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Archive for December, 2012

My Perennial Vegetables

Now that I have explained why you might want perennial vegetables, many of you are wondering, “What vegetables come back every year other than asparagus?” Some people are aware of artichokes, sunchokes and rhubarb. But that is the extent of most peoples, including my own, knowledge of perennial vegetables. So I found a book to help me out some. Perennial Vegetables, by Eric Toensmeir. He explains quite a few vegetables that are supposed to be delicious and come back every year. Another way of finding perennial vegetables is to check out what is available at permaculture nurseries. There aren’t many of them that are easy to find, but with some looking, and suggestions from the book I mentioned, you should be able to get a decent selection.

After much looking around, I chose Food Forest Farm to order some perennial vegetables from. I chose this farm for many reasons. The location was in the same growing zone as me which means that it won’t be full of tropical plants I can’t grow. The way they set up their plant list made it very easy for me to choose which plants I wanted to order. It listed zone, uses, soil and light requirements, and prices all in a neat little chart so I could compare and decide what I wanted to try.

I bought one each of the following: turkish rocket, sunchoke, sea kale, pea shrub, hog peanut, ground nut, Good King Henry, and Giant Solomon’s Seal. A few of these I chose because they grow well in shade and I have plenty of shade. A couple are nitrogen fixers which is great for my garden. The rest just sounded good. Now I just have to wait until May to get my delivery.

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Happy Winter Solstice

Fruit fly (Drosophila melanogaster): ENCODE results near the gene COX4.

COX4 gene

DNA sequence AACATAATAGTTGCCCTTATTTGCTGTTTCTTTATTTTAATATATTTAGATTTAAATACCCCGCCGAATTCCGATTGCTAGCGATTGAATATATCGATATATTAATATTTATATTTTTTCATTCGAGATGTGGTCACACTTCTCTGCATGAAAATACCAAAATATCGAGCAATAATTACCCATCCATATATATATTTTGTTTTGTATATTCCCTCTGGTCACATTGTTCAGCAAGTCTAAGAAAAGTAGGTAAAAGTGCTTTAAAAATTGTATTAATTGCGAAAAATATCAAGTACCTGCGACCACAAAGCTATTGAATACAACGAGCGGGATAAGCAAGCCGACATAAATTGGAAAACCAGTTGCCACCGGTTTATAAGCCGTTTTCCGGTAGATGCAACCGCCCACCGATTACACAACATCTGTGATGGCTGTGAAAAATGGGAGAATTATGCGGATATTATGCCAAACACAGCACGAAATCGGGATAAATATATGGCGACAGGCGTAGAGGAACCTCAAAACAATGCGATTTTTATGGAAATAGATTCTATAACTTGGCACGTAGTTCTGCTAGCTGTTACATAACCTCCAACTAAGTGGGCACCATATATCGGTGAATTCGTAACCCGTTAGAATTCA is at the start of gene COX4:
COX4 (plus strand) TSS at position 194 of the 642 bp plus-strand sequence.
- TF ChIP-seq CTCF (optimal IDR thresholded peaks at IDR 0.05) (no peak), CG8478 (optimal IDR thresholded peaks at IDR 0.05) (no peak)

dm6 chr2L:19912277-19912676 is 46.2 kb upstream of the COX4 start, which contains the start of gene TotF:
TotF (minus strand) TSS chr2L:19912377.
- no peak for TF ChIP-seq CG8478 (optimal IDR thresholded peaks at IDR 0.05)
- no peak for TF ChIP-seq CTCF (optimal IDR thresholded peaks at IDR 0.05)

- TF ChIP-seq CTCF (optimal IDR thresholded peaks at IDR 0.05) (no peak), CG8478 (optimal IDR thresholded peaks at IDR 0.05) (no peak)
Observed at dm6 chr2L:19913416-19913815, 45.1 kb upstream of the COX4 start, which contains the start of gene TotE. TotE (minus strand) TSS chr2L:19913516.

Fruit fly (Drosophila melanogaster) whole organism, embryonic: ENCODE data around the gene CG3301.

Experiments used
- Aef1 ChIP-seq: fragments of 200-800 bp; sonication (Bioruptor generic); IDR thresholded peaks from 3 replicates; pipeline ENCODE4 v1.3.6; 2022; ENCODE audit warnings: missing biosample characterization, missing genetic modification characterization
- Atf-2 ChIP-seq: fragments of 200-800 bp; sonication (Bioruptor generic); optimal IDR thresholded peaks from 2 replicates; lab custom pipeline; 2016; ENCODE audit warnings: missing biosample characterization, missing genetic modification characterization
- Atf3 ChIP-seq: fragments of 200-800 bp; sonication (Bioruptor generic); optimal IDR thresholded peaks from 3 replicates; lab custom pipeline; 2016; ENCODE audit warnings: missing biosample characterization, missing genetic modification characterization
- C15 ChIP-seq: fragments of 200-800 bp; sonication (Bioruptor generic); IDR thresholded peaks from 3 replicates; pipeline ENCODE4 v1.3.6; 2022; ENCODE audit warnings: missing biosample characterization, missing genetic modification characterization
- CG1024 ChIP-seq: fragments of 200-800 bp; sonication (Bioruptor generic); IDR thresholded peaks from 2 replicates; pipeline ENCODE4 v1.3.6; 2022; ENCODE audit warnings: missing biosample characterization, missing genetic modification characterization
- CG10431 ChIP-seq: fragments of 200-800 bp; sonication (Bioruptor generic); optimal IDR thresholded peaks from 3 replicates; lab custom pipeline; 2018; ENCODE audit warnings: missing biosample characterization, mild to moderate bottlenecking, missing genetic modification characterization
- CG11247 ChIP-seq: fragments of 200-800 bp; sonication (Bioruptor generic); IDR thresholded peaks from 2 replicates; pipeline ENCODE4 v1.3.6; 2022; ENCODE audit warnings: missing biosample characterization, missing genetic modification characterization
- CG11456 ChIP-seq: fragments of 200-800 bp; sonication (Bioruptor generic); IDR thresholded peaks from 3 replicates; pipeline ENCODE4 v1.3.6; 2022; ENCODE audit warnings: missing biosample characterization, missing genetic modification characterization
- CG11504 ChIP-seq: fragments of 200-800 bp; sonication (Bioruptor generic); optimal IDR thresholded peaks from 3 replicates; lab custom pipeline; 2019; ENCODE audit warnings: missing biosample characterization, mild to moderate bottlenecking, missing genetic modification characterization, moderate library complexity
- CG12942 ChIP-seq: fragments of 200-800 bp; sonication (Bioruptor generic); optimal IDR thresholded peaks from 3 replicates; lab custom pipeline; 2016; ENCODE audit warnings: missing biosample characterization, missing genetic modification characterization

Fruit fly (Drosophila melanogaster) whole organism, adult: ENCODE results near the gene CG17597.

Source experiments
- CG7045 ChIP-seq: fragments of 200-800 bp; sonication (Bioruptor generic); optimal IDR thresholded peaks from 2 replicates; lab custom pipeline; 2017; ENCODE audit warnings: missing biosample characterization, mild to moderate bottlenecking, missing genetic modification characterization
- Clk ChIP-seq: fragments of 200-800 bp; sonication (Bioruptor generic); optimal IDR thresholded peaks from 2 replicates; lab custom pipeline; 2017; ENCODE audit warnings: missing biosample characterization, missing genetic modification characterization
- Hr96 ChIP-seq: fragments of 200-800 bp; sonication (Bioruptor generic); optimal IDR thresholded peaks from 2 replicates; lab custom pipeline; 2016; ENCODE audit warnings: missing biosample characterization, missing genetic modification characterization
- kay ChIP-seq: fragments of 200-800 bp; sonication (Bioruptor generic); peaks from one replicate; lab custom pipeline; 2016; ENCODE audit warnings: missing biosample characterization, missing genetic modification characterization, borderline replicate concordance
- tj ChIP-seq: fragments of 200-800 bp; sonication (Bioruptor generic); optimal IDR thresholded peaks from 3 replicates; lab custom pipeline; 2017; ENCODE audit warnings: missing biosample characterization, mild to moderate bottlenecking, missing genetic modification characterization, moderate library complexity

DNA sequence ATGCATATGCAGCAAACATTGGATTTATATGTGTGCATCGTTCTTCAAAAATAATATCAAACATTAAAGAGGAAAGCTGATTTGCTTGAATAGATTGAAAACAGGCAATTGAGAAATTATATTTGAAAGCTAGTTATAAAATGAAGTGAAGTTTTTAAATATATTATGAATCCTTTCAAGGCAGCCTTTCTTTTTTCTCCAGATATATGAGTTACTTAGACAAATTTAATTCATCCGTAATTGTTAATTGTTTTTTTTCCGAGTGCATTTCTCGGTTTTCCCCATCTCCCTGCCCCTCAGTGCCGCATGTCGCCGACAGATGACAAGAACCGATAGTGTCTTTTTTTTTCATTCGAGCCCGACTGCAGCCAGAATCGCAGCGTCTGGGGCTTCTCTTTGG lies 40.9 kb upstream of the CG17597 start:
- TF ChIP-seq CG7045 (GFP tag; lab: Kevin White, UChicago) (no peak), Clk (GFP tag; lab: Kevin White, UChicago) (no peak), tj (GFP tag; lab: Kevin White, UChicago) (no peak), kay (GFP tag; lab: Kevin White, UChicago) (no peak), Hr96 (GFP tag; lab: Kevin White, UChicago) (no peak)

Happy Winter Solstice everyone!!  Today is the shortest day of the year and the longest night.  From here on out the days are getting longer and the nights shorter.  That is something to celebrate no matter what your chosen holiday of the season is.  It rained all day today, so we didn’t get to do much, but tomorrow should be better.  The family will come over for breakfast and we will open gifts.  I am proud to say that I made almost all the gifts I am giving this year, and the cards I sent out too.  Hopefully it will be nice like it is supposed to be and we can go for a walk at the park.  We will also have a bonfire if there is any wood left that hasn’t been soaked through.  Either way, we will enjoy some time outside with the family taking in the season.

No matter what it is you choose to celebrate this time of year, have a great holiday and enjoy yourself.  Make many happy memories with your family and friends and be sure to remember what you are really celebrating.  I say to remember because as I look around I realize that so many people have forgotten. This season starts with black Friday where people fight over items in various stores and sometimes even trample each other.  We rush around spending too much money on various gifts that we give to everyone on our list.  You get judged on how good your gifts are and people are mean and ungrateful if you don’t get them the right gift.  Our children beg for the most expensive electronics while we are telling them to be good because Santa is watching them.  I have always celebrated Christmas in the past, but this just doesn’t go along with what the season should be about.  It also doesn’t fit in with the life I am trying to make for my family.  So we are trying something a little different this year.  I am excited to try and celebrate the season rather than just the gifts.  That means so much more to me.

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Skills for the New Year

In our journey to becoming self sufficient, there are numerous skills we need to learn along the way.  We currently live in a house in a little neighborhood with every store imaginable within ten minutes.  We don’t need to have many skills.  When we decided that we were leaving this lifestyle behind, we quickly realized how little we knew how to do for ourselves.

So we started learning as many skills as possible, starting with growing a garden as I had mentioned before.  This past year we learned quite a few new skills.  I began making most of my own household cleaning products out of things like baking soda and vinegar.  I learned how to make my own soaps and am currently perfecting my own shampoo.  I started learning fermenting through making mead and vinegar.  We participated in a local CSA and started learning what cooking in season was all about.  We made rain barrels and a water filter in order to drink clean, fresh water instead of treated tap water.  I did a small amount of canning.  The final project of the year was the lasagna garden.